When you do something scary or stressful — bungee jumping, public speaking, etc. — do you prefer to be surrounded by friends or by strangers?
A few years ago, I completed the canyon course at the U.S. National Whitewater Center in North Carolina. The challenge was to work from tree platform to tree platform over a ridge gorge on a circuit of sky bridges. These bridges were constructed not of steel or wood, but rather one or two ropes with a rope at the side or overhead to assist with balance.
I followed my friend and his son along the course. Both tore through across the rope walkways like nimble monkeys as if we were only a few inches above the ground, instead of 50 feet. It was a hard course for me. I took it at a snail’s pace. I’m sure the eight-year-old behind me learned a great deal about patience that afternoon.
I’ve always been athletic but never attempted anything quite like that before. Perched on one rope with maybe another at waist-height to help with balance, I expected to lose my balance. I was less concerned with falling and more concerned about not being able to get back up on that little rope/cable to continue the course. I’m no acrobat and couldn’t fathom how once I fell, I’d be able to swing myself upright like some Olympic gymnast on the horizontal high bar. The good news is I didn’t fall off the rope until the very last section when I was merely feet from the final platform. I think my sense of balance (or dignity) just finally let go and said, “take the fall!” The guide hooked my safety line and my friend pulled me in.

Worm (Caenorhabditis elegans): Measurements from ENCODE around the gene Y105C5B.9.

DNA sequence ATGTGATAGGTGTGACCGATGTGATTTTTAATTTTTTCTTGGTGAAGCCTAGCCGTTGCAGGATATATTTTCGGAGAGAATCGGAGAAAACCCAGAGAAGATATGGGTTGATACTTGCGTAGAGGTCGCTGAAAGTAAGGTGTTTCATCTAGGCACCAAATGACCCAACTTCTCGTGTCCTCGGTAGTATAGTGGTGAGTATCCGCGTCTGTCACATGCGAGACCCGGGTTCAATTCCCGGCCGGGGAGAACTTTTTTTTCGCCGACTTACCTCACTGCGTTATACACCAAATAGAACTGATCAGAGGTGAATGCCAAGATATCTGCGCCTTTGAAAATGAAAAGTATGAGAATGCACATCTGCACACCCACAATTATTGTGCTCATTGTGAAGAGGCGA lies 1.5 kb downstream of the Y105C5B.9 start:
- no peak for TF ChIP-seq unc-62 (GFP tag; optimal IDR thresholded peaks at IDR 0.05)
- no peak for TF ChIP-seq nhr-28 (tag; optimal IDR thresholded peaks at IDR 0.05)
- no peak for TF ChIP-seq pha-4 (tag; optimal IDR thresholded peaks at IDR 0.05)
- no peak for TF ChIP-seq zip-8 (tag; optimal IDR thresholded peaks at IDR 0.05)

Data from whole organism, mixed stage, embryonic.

Victory! With the course and all fear behind me, I sailed back to home base across a 250-foot zip line. I was invigorated as the wind whizzed through my helmet and I enjoyed the scenery of the canyon. Throughout the entire canyon crossing, my friend waited at each platform to help me hook onto the next section and encourage me forward. Having positive reinforcement from a friend was the best way to face a fear.
Just yesterday, another friend mentioned when she was 18 she was called upon to speak about her father in front of a large group of people. Public speaking frightened her and she didn’t think she’d be able to honor her father properly. However, there in the back of the crowd was a smiling face. My friend focused on that person as she crafted stories and anecdotes. Before she knew it, her speech was concluded, the audience was applauding and her father was thanking her for the stories. Decades later, my friend still remembers how that one person’s encouragement gave her the courage to speak.
There’s nothing like a familiar face providing encouragement and giving an extra boost when needed. It can be in a work meeting, at a social event or when pushing your endurance to the limit. I think it’s best to surround yourself with positive reinforcements and someone who’s going to encourage you to succeed. Don’t you?